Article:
At last week’s Homecoming Game, Michigan had planned to honor one of its great alums, a man named Chalmers Elliott – better known as Bump.
He was an All-American football player and a Big Ten champion coach, but earned greater fame as the athletic director at Iowa, Michigan’s opponent this weekend.
Pneumonia kept the 86-year old legend from making it, however, so we're honoring him today.
Michigan football has produced a lot of big name coaches and players, but one of the finest men who played and coached for Michigan deserves to be a little bigger.
His name is Chalmers Elliott – which might explain why he goes by “Bump.”
He was born in Detroit in 1925, and served in the Marines during World War II.
He returned to star for Michigan as a halfback alongside his younger brother Pete, who played quarterback.
Their offense was so dazzling, seven players could touch the ball on a single play.
That earned them the nickname, the Mad Magicians, plus the national title in 1947 – the same year the conference named Bump Elliott the MVP.
Elliott came back to Michigan in 1959 as the head coach.
As a coach, he came off as an erudite, modest Midwesterner, who rarely swore or even yelled, and if you said you were hurt, that was enough for him. You could take the day off.
Whenever I talk with his former players about him, they always say the same thing: “Bump Elliott was the consummate gentleman.”
But after ten years produced only one Big Ten title, he happily left coaching in 1968 to become the associate athletic director. There, in that unassuming role, he might have performed his most noble tasks.
He helped hire his replacement, Bo Schembechler – then helped him acclimate to Ann Arbor’s unique culture.
Elliott also left Schembechler eleven All-Americans, four of whom have been inducted into the College Football Hall of Fame.
No Michigan team has produced more. As Bo told me, “Ol’ Bump had not left the cupboard bare!”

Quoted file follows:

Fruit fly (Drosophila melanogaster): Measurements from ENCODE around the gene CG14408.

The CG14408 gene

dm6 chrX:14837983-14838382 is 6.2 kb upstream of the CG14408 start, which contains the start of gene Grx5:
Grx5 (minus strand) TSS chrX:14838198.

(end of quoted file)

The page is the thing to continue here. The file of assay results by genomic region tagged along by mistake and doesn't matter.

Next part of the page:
But Elliott did more than that.
Unlike Elliott, Schembechler yelled, screamed, and swore like a sailor.
He grabbed your face mask, literally kicked you in the ass, and cracked your backside with a yardstick. And if you were merely hurt, not injured, Bo expected you to play.
The players had come to Michigan to play for the courtly Elliott, not this tyrant from Ohio.
Not surprising, some tried to complain to their old coach.
But the formerly friendly, inviting coach would have none of it. “I didn’t want to talk to them,” Elliott told me. “That was Bo’s team now. There was no reason for me to be involved in that.”
Years later, Schembechler told me, “That was a great gift.”
Of course, Bo’s first team finished the year by upsetting the top-ranked, defending national champion Ohio State Buckeyes – arguably the most important victory in Michigan’s long history.
The next year, Elliott became Iowa’s athletic director – by far the best they’ve ever had.
He turned a sleeping giant into a juggernaut in football, basketball and even wrestling, where the Hawkeyes won 12 NCAA titles and pack the basketball arena for every match.
Bump Elliott earned just about every honor a player and athletic director can, but the greatest might have been a simple, private tribute after Michigan’s upset over Ohio State.
After the room quieted down, Bo asked Bump to come to the front of the room.
Bo said a few words of deep gratitude, then handed Bump Elliott the game ball.
Everybody got choked up, including Elliott, and more than a few of his players shed some tears.
Bo told me, a year before he died, “I don’t remember when I felt better about anything I’ve done in my entire life.”